It has been three years since George W. Bush announced his "zero tolerance" of human trafficking by overseas contractors, and two years since Congress backed zero tolerance up with law. The Trafficking Victims Protection Reauthorization Act authorized more than $2 million to combat human traffickiing, including women and girls forced into prostitution.

But the actual adoption of a plan to stop human trafficking is stuck in a mire of defense contractor lobbying tactics and disagreement over the Defense Department's intentions. Last summer, the Pentagon drafted a proposal prohibiting defense contractor involvement in human trafficking for forced labor and prostitution, but lobbying groups objected to it because, they say, key parts of it are unrealistic. At the same time, experts on human trafficking say that the Pentagon's proposed policy would only formalize practices that have made it possible for contractors working overseas to escape punishment for their involvement in human trafficking.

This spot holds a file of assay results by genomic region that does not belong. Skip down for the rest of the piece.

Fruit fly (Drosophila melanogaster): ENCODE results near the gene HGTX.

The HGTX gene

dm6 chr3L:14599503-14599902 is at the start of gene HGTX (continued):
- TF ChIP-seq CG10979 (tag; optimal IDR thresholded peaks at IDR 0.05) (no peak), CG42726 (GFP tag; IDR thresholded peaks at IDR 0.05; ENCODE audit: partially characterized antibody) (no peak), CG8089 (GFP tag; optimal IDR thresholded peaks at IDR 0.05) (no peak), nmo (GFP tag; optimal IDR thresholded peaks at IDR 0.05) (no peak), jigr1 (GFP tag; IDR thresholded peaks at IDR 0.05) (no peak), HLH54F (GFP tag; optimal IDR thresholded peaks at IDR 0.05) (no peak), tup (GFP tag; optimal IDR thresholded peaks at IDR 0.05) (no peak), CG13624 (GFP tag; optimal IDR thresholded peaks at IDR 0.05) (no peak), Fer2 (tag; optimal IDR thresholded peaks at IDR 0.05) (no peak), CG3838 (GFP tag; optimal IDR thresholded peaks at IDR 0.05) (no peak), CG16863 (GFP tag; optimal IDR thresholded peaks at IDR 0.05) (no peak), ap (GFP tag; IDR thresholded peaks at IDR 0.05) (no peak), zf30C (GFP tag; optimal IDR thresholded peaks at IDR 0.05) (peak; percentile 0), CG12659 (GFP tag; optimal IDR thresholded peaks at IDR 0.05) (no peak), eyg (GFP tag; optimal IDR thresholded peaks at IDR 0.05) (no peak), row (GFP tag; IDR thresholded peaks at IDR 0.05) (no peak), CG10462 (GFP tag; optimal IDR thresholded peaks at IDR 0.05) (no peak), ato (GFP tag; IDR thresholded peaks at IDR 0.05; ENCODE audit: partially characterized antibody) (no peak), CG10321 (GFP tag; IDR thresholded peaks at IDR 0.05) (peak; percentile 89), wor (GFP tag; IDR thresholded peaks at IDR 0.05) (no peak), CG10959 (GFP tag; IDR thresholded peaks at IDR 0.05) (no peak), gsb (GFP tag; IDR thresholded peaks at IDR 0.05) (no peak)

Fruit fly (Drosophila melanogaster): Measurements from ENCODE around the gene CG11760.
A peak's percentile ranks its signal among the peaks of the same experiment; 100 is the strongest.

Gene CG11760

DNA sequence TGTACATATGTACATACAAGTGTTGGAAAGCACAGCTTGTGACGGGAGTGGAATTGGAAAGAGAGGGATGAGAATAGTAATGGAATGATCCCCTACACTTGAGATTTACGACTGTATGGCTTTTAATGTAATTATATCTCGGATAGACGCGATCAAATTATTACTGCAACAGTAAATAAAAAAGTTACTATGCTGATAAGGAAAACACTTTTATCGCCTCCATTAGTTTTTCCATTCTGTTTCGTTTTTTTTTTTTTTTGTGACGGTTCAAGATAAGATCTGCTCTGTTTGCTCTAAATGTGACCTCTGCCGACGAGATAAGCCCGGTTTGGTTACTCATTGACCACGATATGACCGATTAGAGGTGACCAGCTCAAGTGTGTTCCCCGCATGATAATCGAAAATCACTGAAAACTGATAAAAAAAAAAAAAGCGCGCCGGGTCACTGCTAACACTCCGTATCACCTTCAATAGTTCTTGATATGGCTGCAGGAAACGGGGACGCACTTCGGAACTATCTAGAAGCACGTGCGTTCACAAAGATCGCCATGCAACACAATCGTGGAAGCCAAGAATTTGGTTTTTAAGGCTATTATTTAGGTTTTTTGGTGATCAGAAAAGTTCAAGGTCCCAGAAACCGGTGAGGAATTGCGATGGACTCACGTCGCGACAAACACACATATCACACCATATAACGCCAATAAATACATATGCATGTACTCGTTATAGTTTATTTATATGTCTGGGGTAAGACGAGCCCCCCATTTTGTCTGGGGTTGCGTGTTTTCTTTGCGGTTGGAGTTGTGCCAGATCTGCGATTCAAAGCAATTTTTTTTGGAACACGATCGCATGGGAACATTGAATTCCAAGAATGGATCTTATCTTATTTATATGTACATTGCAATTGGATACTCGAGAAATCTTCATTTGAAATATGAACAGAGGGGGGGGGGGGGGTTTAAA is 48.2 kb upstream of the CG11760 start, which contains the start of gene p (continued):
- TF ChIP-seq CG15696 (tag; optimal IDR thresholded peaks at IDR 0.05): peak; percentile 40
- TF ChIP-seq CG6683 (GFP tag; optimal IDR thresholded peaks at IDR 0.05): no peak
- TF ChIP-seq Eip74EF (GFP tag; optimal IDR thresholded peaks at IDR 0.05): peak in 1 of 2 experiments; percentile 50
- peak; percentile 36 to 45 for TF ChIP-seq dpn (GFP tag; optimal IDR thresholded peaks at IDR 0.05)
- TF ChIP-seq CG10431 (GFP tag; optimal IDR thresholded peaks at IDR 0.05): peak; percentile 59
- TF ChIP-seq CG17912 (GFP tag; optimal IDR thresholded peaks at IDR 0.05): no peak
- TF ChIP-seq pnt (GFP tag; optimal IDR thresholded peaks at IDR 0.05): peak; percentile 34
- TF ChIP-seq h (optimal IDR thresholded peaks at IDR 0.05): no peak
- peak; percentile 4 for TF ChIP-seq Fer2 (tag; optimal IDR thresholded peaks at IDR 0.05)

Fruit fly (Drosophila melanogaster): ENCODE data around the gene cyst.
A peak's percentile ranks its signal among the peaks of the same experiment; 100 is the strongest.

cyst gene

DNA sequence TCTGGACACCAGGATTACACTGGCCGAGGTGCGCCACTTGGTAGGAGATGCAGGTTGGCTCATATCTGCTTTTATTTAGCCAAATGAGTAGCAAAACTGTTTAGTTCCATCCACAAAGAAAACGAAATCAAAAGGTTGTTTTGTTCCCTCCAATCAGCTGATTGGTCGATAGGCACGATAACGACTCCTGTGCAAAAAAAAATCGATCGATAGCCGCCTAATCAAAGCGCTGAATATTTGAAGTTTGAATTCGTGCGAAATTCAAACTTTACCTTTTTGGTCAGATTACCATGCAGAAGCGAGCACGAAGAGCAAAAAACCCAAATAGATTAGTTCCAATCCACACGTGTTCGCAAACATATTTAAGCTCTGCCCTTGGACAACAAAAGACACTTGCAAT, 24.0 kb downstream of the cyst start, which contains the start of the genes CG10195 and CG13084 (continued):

A new bill reauthorizing the nation's efforts against human trafficking was just passed, but only after the a measure that would have created a trafficking watchdog at the Pentagon was removed. Lobbying groups have also fought against a plan to have contractors police their overseas subcontractors with regard to trafficking. On the up side, though, the new law also deals with trafficking within U.S. borders, and holds non-defense federal employees accountable.

Notes from a meeting, released yesterday by a union representative for federal emergency workers, say that Homeland Security Secretary Michael Chertoff told employees that changes planned after Katrina were "partially a perception ploy to make outsiders feel like we've actually made changes for the better."